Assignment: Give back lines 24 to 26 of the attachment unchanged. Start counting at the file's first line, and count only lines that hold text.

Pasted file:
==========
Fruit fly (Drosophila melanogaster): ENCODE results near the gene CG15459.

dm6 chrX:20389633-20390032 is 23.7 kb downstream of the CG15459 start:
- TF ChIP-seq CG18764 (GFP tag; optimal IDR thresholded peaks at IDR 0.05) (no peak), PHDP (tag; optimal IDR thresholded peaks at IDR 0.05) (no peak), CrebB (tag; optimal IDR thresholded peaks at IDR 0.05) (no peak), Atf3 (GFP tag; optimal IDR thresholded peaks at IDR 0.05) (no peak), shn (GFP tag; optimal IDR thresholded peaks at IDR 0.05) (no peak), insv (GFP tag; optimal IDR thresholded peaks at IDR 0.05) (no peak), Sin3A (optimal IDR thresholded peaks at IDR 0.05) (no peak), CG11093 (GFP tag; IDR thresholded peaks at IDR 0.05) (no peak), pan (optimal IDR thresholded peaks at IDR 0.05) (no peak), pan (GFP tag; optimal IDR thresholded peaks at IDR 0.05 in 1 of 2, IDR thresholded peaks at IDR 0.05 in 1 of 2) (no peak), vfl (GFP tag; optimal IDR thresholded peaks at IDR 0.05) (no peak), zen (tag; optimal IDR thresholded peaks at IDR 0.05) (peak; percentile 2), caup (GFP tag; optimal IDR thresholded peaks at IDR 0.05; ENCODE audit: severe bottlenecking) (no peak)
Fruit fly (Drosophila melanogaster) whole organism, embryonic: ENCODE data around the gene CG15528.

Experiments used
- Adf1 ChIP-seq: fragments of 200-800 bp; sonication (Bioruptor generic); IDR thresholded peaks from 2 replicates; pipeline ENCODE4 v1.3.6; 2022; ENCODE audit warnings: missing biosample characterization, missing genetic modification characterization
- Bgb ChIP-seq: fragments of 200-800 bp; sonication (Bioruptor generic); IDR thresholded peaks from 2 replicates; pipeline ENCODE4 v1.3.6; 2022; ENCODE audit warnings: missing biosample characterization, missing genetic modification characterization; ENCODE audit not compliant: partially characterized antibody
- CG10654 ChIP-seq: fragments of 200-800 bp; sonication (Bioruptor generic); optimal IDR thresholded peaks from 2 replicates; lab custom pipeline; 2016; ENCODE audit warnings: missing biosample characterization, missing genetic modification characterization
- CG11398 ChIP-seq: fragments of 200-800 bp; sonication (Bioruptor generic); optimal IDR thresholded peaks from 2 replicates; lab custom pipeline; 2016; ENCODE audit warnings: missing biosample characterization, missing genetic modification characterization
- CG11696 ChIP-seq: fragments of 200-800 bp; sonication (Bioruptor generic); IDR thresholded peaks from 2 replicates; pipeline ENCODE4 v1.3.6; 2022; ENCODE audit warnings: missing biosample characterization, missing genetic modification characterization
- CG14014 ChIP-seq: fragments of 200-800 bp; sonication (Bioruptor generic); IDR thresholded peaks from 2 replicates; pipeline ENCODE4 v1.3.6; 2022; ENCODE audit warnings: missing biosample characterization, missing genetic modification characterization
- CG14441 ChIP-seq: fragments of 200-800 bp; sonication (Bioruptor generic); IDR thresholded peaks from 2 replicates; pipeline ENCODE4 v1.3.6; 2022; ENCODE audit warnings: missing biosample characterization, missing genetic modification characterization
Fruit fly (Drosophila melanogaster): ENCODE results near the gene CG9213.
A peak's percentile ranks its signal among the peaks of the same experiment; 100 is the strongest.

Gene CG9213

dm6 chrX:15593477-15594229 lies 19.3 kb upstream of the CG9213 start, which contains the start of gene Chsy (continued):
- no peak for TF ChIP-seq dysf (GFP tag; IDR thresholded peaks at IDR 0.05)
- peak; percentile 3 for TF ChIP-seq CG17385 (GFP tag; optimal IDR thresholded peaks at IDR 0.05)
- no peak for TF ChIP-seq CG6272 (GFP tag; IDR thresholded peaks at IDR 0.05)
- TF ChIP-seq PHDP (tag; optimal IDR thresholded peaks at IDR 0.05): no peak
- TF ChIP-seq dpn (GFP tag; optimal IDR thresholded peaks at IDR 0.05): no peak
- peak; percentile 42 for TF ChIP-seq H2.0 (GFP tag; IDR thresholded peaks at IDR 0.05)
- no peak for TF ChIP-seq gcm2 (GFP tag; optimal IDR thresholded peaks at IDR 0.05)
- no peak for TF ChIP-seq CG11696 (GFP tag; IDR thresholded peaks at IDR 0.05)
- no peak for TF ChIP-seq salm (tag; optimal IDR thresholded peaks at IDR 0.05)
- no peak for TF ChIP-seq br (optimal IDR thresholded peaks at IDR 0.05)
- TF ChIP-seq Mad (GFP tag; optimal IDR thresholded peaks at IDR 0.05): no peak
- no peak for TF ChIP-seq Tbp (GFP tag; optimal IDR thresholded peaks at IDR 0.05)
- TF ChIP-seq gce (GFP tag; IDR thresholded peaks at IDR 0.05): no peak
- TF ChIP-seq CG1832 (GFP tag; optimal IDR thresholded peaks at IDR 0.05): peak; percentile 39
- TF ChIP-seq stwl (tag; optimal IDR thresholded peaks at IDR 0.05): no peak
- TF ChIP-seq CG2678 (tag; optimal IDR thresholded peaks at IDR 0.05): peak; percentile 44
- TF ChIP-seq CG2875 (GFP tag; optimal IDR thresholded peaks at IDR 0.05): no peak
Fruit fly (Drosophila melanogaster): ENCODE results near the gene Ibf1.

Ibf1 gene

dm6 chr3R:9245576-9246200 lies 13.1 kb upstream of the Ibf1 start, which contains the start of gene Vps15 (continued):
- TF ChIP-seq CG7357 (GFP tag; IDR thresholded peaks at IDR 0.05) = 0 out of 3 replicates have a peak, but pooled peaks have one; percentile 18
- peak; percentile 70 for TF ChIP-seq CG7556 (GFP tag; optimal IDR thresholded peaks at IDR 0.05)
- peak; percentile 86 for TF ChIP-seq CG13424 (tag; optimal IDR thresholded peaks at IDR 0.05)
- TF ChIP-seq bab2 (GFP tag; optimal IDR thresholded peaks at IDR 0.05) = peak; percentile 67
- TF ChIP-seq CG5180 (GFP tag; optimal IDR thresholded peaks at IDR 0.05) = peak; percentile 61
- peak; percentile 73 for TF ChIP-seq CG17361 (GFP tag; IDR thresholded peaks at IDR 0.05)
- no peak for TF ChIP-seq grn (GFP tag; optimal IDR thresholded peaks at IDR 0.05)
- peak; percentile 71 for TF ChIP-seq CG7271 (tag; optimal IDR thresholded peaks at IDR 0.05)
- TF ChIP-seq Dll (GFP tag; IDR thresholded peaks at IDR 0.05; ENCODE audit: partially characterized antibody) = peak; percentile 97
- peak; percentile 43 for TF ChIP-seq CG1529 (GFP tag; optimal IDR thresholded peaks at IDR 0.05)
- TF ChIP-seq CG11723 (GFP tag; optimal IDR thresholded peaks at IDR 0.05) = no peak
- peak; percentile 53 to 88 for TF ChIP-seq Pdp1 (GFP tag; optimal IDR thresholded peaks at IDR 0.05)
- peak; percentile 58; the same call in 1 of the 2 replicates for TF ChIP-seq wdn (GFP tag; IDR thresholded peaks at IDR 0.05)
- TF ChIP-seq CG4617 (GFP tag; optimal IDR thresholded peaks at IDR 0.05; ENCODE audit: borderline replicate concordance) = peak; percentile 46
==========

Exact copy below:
- no peak for TF ChIP-seq CG11696 (GFP tag; IDR thresholded peaks at IDR 0.05)
- no peak for TF ChIP-seq salm (tag; optimal IDR thresholded peaks at IDR 0.05)
- no peak for TF ChIP-seq br (optimal IDR thresholded peaks at IDR 0.05)